Anesthetic considerations are similar to those described previously, although it must be recognized that these patients are in general sicker than patients with aortic valve disease and in some cases are among the sickest patients treated. Monitoring includes a radial artery line and a pulmonary artery catheter. As suggested earlier, intraoperative transesophageal echocardiography is particularly important in this group of patients for operative planning, intraoperative monitoring, and post-repair assessment of valve function. Setup for cardiopulmonary bypass is similar to that described earlier. However, both venae cavae are cannulated for venous return (Fig. 48-5). This is usually accomplished by introducing the cannulas through pursestrings in the superior vena cava and low in the right atrium. Vena caval tourniquets may be used to establish total cardiopulmonary bypass and facilitate visualization of the mitral valve and subvalvar apparatus. After clamping the aorta, cardioplegia is administered antegrade and then retrograde. Subsequent doses of cardioplegia are given retrograde. As with aortic disease, special attention must be paid to protecting the right ventricle during periods of prolonged retrograde cardioplegia.
Operative sequence for mitral valve replacement and coronary artery bypass grafting. (A) Cannulation and cross-clamping of the aorta with antegrade and retrograde cardioplegia. (B) Distal vein graft anastomoses are performed. (C) Left atriotomy is performed after dissection in the interatrial groove. (D) Mitral valve repair or replacement with the prosthesis of choice. (E) Closure of left atriotomy. (F) Distal anastomosis using the mammary artery is performed. (G) Proximal graft anastomosis is done. In this case, the cross-clamp has been removed and a partially occluding aortic clamp used.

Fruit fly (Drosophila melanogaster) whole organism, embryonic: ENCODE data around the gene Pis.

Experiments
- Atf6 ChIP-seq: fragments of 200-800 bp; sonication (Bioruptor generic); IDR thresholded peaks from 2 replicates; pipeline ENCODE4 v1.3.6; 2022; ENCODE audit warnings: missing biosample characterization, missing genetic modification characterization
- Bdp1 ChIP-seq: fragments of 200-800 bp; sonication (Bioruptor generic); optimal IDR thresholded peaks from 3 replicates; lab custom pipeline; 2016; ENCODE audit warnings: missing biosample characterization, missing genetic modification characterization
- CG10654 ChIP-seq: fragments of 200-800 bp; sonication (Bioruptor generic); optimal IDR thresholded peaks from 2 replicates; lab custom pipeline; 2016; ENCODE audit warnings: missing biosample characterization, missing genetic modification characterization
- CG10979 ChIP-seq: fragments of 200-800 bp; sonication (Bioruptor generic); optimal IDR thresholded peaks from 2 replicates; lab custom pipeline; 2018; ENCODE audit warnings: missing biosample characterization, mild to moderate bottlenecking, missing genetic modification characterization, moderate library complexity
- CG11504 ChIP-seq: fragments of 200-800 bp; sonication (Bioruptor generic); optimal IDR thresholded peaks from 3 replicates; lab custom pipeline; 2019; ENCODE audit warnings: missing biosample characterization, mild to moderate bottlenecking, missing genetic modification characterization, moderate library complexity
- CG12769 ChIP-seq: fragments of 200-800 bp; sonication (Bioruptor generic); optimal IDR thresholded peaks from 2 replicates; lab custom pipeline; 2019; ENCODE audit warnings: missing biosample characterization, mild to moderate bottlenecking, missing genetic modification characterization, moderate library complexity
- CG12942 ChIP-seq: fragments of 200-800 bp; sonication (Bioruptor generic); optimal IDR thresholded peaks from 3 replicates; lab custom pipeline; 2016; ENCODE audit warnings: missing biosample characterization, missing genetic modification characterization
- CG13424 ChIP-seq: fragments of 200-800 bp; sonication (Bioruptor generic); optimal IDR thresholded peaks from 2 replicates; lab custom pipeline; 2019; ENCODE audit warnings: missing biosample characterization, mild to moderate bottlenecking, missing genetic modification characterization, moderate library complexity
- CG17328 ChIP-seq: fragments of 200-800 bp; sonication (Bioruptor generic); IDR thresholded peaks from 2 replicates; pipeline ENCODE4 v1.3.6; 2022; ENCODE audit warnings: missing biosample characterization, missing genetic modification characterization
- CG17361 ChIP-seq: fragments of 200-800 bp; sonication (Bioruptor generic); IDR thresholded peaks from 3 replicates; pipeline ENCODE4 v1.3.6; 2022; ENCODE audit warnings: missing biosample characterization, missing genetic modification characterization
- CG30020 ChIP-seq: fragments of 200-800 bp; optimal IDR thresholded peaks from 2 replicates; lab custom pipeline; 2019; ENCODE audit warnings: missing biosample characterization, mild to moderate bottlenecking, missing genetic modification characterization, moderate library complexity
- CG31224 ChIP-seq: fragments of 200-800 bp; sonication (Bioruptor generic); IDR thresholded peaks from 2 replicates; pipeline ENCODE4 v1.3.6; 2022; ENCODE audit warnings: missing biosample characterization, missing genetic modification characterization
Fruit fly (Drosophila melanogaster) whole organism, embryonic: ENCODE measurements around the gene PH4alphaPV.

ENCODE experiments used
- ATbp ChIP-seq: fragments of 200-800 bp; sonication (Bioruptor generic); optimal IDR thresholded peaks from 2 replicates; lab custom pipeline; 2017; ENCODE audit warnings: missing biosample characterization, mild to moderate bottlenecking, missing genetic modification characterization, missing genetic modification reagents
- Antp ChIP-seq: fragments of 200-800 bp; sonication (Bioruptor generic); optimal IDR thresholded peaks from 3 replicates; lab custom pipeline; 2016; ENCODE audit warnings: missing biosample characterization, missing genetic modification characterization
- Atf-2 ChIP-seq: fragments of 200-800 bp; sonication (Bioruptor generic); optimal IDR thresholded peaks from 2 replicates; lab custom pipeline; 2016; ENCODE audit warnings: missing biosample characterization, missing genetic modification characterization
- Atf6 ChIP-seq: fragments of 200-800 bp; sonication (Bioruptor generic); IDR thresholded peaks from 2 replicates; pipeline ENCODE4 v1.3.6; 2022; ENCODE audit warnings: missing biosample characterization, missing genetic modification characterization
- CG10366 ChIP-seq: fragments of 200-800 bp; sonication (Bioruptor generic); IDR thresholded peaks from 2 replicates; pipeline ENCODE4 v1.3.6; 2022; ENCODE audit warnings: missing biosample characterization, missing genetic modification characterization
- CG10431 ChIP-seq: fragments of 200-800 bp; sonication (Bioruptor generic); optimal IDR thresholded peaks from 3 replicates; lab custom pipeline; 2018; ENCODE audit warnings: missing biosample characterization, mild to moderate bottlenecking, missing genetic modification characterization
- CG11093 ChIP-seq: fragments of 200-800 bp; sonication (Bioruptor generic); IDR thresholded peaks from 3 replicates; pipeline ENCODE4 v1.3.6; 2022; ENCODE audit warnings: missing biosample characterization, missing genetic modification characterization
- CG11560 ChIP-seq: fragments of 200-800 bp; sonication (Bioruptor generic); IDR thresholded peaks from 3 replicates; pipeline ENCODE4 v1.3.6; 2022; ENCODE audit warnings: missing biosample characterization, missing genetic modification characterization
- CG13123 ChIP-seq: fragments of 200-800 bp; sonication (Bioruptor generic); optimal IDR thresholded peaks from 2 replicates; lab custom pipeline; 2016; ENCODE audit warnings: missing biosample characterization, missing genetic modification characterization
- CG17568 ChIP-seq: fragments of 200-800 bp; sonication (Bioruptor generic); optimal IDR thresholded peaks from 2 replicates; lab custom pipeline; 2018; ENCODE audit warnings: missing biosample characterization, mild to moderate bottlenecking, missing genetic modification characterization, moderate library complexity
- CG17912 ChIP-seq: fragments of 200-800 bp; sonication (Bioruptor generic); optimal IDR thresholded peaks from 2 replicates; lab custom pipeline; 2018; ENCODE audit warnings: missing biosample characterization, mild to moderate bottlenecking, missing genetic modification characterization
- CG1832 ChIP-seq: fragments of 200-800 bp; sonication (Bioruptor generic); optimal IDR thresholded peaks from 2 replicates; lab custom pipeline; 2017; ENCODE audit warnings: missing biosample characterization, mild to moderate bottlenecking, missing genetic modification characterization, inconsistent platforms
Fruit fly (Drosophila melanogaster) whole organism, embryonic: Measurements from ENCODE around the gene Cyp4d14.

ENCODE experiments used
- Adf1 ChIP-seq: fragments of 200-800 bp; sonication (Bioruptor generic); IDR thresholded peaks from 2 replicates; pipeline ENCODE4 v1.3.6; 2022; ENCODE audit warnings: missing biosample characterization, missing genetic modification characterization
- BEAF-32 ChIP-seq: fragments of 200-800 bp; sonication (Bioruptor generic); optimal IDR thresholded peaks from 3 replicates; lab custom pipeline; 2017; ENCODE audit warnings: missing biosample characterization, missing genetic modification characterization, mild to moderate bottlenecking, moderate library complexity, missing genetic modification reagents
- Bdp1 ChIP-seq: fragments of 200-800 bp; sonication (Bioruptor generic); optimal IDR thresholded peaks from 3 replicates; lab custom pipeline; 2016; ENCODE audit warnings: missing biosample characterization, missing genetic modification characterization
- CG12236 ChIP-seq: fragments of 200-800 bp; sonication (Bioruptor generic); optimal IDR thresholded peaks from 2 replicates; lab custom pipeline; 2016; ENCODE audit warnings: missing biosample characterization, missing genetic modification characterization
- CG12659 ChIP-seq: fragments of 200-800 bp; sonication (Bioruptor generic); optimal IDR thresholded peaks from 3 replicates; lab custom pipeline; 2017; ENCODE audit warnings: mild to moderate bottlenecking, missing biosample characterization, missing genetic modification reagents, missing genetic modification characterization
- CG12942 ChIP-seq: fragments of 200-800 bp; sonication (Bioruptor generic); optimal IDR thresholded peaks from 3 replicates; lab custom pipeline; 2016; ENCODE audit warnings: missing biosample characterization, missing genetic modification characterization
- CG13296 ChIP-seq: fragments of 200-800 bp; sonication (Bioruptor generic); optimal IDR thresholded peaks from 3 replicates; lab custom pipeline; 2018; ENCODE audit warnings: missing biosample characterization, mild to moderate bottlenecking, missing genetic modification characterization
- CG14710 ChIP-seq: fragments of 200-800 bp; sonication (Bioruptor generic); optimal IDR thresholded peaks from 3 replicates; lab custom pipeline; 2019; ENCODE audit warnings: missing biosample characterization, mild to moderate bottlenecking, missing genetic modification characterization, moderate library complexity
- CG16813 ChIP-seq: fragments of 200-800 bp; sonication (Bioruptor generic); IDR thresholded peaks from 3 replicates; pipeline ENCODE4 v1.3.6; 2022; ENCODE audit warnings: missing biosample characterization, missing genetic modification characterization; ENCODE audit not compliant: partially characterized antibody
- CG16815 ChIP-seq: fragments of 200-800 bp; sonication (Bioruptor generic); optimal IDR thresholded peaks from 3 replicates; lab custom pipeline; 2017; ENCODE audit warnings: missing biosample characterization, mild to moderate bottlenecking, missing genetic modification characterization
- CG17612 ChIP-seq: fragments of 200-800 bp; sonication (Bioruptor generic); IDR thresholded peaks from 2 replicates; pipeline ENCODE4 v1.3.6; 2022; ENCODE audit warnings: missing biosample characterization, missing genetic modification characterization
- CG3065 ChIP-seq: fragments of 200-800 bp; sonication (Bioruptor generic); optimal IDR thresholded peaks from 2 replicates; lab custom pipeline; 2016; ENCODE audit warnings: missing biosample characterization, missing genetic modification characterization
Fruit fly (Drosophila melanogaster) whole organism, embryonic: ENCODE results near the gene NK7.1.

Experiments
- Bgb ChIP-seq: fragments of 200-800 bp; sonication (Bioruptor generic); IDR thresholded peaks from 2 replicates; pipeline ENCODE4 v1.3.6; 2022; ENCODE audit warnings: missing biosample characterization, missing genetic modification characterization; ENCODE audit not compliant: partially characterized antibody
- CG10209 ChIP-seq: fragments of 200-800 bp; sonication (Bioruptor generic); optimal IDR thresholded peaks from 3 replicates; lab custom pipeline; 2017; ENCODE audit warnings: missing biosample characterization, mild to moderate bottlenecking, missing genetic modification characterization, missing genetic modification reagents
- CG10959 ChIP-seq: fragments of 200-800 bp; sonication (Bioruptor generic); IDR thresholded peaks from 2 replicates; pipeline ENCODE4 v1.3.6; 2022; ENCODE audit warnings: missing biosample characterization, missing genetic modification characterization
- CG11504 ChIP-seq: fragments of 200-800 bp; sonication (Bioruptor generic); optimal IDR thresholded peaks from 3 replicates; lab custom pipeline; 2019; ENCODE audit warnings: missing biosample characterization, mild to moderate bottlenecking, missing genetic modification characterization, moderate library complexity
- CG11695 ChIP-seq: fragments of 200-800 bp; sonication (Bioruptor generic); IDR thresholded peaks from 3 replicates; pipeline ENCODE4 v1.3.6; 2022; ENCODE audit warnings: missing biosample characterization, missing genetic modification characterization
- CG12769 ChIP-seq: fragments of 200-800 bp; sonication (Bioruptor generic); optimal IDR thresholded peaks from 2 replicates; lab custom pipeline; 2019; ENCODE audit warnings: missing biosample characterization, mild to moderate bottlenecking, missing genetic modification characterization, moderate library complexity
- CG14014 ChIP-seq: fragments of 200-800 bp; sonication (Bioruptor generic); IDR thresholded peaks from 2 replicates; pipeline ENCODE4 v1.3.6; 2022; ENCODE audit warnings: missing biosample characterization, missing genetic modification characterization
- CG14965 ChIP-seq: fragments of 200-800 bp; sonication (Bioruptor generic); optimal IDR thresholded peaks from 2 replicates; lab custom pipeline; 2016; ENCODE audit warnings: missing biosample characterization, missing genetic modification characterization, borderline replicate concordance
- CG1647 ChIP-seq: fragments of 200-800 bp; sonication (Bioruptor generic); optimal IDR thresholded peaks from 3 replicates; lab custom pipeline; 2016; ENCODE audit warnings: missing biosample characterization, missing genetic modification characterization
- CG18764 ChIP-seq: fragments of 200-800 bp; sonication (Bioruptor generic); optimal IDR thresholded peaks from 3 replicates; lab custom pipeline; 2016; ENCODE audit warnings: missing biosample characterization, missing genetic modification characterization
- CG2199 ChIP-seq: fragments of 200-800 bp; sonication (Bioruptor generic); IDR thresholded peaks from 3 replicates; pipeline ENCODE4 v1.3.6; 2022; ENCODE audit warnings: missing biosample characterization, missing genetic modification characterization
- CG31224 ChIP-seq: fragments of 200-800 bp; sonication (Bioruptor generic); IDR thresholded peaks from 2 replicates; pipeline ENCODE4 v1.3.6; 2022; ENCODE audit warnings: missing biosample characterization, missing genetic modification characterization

The most common incision providing access to the mitral valve is in the wall of the left atrium anterior to the right pulmonary veins. Preparative dissection of the interatrial groove facilitates exposure using this incision. Another choice for exposure of the mitral valve is the transseptal approach with the primary incision in the right atrium. This allows for direct visual insertion of the retrograde cardioplegia catheter through a pursestring, and affords an excellent view of the mitral valve, especially if the left atrium is not enlarged, without excessive stretching of the right atrium or the cavae. If necessary, the incision can be carried up into the dome of the left atrium for even greater exposure. This approach is particularly useful when a procedure on the tricuspid valve is indicated as well. Other incisions are discussed in the section on mitral valve disease.
The first choice in surgery for mitral insufficiency is valve repair. When valve repair is impossible, valve replacement follows the same guidelines set forth in Chapter 42. However, in patients with the combination of coronary artery and mitral valve disease and an abbreviated life expectancy, a stronger rationale for use of a tissue prosthesis may exist.43 Regardless of the type of prosthesis, an effort should be made to retain continuity between the papillary muscles and the mitral annulus. The attachments to the posterior leaflet usually can be retained in their entirety without interfering with prosthesis function. The anterior leaflet must be resected either in whole or in part to avoid left ventricular outflow tract obstruction or interference with mechanical valve function. However, major chordal attachments may still be preserved and incorporated into the annular suture line. Regardless, standard practice is to retain continuity between the mitral annulus and the subvalvular apparatus whenever the mitral valve is replaced. Short- and long-term ventricular function has been demonstrated to be superior when this is done. Obviously, in this clinical setting, in which ventricular function has a significant impact on short- and long-term results, all steps should be taken to ensure optimal myocardial performance postoperatively.
Patients with papillary muscle rupture caused by infarction are usually extremely sick. Valve replacement is almost always required. Some surgeons have reported success with reimplantation of the papillary muscle. This strategy is risky in these sick patients because the operation must be both expeditious and effective. Multiple attempts to achieve mitral valve competence are tolerated poorly. A reimplanted, infarcted papillary muscle does not necessarily restore mitral valve competence and also may be subject to early or late breakdown.